- The jacket is made from 5 panels with a curved hem. Rows of woven ribbons are pin tucked together and appliquéd to the edges and style line before embellishing with silver studs or coins.
- The turban varies in length but is approximately 4 meters long with the width folded into quarters. It wraps sideways around the head askew to the left side before tucking into itself.
- Accessories include silver or aluminum necklaces, hairpins and bracelets, pom pom ear plugs and black painted or gold plated teeth, which is a similar practice to the Dao people at Meo Vac market and a popular beauty ritual for many hill tribe women.
Textiles are intricately woven into every Lao Lu community, house hold and women. Mother and daughter are often seen sitting side by side, click clacking away whilst waving from left to right as no Lao Lu home is complete without 2 looms on the go. One loom is used primary for the ornate silk brocade found on the front skirt panel, and the second loom is used for training young girls how to weave the ribbons found on the jacket style lines and seams. The patterns themselves are time consuming and complicated requiring the upmost patience and skill in order to avoid any mistakes.
Locally grown cotton, hemp and silk are exchanged between neighboring ethnic minorities in the area and are used to weave the fabrics basic fabric for the traditional dress. Natural dyes such as indigo (navy/black) and Annato berries (orange/red) are mixed with a lime stone solution then rigorously plunged with a ladle bucket to speed up the oxygenation process that activates the dyeing pigments. Fabrics and fibers are dyed from 1 day to one month depending on the intensity of the colour required.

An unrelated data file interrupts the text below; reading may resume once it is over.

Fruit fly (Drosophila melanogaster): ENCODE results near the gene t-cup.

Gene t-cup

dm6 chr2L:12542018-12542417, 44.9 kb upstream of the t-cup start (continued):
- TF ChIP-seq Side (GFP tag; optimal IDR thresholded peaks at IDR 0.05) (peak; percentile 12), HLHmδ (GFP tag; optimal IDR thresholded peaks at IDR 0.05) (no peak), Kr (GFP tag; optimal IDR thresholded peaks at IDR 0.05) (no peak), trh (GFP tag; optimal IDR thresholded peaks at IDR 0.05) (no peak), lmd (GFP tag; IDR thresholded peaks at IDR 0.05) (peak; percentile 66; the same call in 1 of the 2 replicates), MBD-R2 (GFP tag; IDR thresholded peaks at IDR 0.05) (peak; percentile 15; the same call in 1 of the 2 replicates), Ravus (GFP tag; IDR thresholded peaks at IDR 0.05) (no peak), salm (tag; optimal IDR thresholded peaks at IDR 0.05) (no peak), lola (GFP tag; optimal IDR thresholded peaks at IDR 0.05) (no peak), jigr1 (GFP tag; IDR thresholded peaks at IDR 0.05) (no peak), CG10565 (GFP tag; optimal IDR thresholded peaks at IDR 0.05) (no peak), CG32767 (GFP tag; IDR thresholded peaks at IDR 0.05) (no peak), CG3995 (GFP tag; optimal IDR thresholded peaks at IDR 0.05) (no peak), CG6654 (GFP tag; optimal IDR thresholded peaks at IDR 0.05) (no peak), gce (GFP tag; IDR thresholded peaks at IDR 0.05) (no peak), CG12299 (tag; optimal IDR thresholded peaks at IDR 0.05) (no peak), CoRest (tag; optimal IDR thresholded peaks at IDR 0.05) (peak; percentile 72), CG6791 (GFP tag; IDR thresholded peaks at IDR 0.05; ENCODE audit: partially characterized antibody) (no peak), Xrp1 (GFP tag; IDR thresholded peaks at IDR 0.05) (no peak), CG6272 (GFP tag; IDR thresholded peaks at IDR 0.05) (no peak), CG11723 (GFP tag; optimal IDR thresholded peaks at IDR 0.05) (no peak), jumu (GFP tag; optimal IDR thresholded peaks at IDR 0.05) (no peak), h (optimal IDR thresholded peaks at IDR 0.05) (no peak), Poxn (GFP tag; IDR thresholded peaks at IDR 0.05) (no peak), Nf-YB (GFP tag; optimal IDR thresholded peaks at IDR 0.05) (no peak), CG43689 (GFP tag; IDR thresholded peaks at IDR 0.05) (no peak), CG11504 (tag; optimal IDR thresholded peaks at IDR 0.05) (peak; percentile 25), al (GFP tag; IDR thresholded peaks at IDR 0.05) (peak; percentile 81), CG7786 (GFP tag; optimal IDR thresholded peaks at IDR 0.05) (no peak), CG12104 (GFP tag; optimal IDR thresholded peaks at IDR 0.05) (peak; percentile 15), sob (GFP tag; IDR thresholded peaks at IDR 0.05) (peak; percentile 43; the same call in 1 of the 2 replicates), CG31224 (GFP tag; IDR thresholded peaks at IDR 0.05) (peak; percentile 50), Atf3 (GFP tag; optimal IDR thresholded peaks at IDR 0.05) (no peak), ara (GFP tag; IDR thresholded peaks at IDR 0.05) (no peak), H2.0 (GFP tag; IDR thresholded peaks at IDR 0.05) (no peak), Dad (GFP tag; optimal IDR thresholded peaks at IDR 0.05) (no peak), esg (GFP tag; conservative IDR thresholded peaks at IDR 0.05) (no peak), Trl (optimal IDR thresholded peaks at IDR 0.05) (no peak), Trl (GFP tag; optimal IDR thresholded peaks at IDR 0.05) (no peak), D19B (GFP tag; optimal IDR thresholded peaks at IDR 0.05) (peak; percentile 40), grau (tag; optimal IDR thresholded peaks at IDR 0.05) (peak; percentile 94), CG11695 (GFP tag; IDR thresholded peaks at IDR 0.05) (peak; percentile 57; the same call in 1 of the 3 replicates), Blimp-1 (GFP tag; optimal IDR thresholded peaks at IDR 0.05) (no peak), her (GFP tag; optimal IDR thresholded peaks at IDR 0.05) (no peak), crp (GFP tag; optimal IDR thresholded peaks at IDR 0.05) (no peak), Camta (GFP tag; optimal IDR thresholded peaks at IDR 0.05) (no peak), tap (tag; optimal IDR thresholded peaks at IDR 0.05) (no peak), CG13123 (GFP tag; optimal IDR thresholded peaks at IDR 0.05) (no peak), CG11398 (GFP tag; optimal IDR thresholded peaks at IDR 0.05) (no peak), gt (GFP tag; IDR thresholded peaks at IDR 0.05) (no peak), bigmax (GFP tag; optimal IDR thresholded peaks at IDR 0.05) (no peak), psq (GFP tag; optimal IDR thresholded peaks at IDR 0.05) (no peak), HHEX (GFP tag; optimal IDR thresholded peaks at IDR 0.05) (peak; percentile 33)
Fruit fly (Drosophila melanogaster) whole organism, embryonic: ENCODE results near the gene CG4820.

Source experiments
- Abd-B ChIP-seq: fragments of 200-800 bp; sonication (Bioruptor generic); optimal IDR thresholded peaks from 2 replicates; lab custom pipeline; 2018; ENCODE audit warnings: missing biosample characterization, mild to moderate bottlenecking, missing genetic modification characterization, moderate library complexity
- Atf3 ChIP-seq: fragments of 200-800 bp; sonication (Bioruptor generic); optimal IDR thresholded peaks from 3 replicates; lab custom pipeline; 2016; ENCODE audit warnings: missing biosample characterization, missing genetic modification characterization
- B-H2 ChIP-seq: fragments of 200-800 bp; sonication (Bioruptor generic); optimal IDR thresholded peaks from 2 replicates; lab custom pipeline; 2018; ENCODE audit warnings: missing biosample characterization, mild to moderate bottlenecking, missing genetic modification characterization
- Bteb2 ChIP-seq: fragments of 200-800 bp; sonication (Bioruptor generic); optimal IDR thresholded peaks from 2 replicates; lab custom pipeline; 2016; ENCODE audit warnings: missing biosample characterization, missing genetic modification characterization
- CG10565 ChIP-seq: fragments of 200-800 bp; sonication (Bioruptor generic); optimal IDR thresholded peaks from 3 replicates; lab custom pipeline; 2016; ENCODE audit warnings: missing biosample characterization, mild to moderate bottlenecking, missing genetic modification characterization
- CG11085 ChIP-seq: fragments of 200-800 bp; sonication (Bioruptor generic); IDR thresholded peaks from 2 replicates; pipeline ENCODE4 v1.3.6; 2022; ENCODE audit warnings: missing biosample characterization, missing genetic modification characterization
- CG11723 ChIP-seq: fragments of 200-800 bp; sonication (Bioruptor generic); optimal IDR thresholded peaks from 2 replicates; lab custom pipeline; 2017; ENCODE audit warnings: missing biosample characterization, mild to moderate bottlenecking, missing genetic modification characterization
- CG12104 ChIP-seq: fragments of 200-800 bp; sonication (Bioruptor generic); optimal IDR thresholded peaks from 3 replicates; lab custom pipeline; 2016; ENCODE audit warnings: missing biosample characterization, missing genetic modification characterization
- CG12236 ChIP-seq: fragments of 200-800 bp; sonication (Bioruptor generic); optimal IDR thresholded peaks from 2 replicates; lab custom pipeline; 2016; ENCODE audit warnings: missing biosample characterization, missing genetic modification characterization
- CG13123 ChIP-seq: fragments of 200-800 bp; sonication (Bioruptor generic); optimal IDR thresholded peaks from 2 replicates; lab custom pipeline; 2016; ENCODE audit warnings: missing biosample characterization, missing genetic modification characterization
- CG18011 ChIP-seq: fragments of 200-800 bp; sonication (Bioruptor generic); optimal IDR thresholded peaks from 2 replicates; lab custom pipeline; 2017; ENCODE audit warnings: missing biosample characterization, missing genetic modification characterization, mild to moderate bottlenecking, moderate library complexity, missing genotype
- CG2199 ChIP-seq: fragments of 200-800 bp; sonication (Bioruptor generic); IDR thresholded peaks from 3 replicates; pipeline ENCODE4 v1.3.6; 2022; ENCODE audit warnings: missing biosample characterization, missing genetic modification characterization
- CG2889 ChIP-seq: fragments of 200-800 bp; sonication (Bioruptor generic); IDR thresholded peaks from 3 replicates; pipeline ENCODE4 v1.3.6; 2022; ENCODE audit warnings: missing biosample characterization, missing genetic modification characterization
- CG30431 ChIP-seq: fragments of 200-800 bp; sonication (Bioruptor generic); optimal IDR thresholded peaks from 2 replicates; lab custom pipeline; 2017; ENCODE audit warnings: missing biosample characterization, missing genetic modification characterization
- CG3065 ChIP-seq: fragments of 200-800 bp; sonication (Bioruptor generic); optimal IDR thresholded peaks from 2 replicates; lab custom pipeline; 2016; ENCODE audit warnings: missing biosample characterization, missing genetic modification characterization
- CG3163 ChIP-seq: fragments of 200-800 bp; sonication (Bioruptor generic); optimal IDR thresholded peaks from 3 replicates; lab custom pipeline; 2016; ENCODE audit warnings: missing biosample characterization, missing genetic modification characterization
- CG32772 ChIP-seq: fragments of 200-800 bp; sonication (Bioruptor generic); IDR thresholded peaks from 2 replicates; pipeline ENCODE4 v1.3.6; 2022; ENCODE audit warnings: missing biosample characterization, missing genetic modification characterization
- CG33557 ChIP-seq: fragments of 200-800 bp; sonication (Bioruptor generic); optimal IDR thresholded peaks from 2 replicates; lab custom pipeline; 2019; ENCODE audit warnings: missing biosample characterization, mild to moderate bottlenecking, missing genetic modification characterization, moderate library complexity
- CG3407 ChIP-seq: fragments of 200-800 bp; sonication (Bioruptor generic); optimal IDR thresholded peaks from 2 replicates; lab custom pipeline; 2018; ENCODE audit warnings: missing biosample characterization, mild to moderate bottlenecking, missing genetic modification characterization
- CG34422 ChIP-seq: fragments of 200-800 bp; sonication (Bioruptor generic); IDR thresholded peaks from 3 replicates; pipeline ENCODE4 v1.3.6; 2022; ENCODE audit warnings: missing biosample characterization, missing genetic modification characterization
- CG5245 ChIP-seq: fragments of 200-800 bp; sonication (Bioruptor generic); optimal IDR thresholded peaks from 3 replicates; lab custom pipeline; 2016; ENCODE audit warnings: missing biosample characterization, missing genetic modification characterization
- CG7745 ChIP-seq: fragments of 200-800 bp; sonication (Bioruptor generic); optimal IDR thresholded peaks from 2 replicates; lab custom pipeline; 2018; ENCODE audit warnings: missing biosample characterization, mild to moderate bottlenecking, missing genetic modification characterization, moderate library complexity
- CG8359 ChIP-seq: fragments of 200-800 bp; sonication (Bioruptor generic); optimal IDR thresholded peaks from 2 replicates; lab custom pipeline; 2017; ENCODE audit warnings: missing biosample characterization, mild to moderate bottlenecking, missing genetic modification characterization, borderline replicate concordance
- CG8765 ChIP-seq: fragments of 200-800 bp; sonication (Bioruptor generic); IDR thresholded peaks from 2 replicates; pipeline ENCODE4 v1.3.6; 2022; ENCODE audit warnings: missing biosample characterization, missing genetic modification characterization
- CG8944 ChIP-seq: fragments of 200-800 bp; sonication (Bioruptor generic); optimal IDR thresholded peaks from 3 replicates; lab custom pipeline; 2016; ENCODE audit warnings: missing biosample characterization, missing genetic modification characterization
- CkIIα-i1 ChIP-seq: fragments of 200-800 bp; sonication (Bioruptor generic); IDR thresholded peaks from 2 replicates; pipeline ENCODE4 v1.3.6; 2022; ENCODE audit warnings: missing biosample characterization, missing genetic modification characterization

Elusive Lao Lu
I am never bored or unimpressed by the way people dress around the world. Every time I see someone that has gone above and beyond convention to make a impression with their visual identity I am in awe of their efforts. The Lao Lu people did not disappoint with their weaving, natural dying and clever garment construction and turban draping techniques they have definitely laid a claim to individuality in a region peppered with pretty ethnic ensembles.
What makes the Lao Lu people so special is how secluded they are from Vietnamese people, not just physically but socially. You wont see many Lao Lu women walking around town. Hidden away in the hills some of the teenage girls confessed to never crossing the river’s bridge a mere 1 km away. I think this is the first authentic ethnic village I have visited where there was no real evidence of these things changing. Life for the Lao Lu was seemingly comfortable and happy. They lived the same way today as they could have done 30 years ago (give or take the odd motorbike and television). Above all the locals seemed very happy amongst themselves, sociable and welcoming towards tourists.
To book a responsible visit to see the Lao Lu people contact Ethos Spirit of Community directly.
Are you a weaver or a dyer? Have you visited ethnic minorities in Vietnam or SEA? Have your tried any of these natural dyeing techniques? Please share your experiences, ideas and suggestions in the comments box below.